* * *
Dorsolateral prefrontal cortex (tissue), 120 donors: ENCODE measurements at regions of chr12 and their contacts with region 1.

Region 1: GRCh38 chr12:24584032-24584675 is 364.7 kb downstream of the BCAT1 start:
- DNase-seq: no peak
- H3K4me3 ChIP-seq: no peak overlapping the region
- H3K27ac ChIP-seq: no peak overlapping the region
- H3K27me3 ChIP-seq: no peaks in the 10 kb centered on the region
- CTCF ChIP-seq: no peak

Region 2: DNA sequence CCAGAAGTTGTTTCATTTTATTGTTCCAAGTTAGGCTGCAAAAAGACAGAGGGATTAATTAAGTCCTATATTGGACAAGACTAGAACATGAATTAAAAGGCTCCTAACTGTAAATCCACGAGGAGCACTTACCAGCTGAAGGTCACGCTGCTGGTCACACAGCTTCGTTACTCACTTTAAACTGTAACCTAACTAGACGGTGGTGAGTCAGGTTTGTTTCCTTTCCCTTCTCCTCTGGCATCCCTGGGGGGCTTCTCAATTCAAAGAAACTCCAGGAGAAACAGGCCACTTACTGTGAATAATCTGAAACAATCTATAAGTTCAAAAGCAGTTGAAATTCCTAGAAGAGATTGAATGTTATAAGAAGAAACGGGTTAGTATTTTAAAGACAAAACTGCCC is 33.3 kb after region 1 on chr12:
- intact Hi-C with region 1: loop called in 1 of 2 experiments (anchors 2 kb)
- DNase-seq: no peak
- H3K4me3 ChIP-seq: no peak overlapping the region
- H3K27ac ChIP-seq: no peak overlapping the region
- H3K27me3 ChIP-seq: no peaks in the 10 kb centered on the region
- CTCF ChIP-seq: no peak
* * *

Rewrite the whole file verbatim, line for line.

Dorsolateral prefrontal cortex (tissue), 120 donors: ENCODE measurements at regions of chr12 and their contacts with region 1.

Region 1: GRCh38 chr12:24584032-24584675 is 364.7 kb downstream of the BCAT1 start:
- DNase-seq: no peak
- H3K4me3 ChIP-seq: no peak overlapping the region
- H3K27ac ChIP-seq: no peak overlapping the region
- H3K27me3 ChIP-seq: no peaks in the 10 kb centered on the region
- CTCF ChIP-seq: no peak

Region 2: DNA sequence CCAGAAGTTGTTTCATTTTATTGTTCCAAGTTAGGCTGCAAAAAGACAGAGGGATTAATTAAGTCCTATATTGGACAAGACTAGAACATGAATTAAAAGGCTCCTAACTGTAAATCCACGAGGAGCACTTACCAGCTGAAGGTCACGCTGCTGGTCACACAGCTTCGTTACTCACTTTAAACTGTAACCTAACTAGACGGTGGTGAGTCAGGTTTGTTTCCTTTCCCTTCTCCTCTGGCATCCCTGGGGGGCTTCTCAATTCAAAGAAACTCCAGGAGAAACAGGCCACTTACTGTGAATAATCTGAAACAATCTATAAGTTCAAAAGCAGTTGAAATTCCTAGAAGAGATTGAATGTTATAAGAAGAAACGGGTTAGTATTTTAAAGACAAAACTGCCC is 33.3 kb after region 1 on chr12:
- intact Hi-C with region 1: loop called in 1 of 2 experiments (anchors 2 kb)
- DNase-seq: no peak
- H3K4me3 ChIP-seq: no peak overlapping the region
- H3K27ac ChIP-seq: no peak overlapping the region
- H3K27me3 ChIP-seq: no peaks in the 10 kb centered on the region
- CTCF ChIP-seq: no peak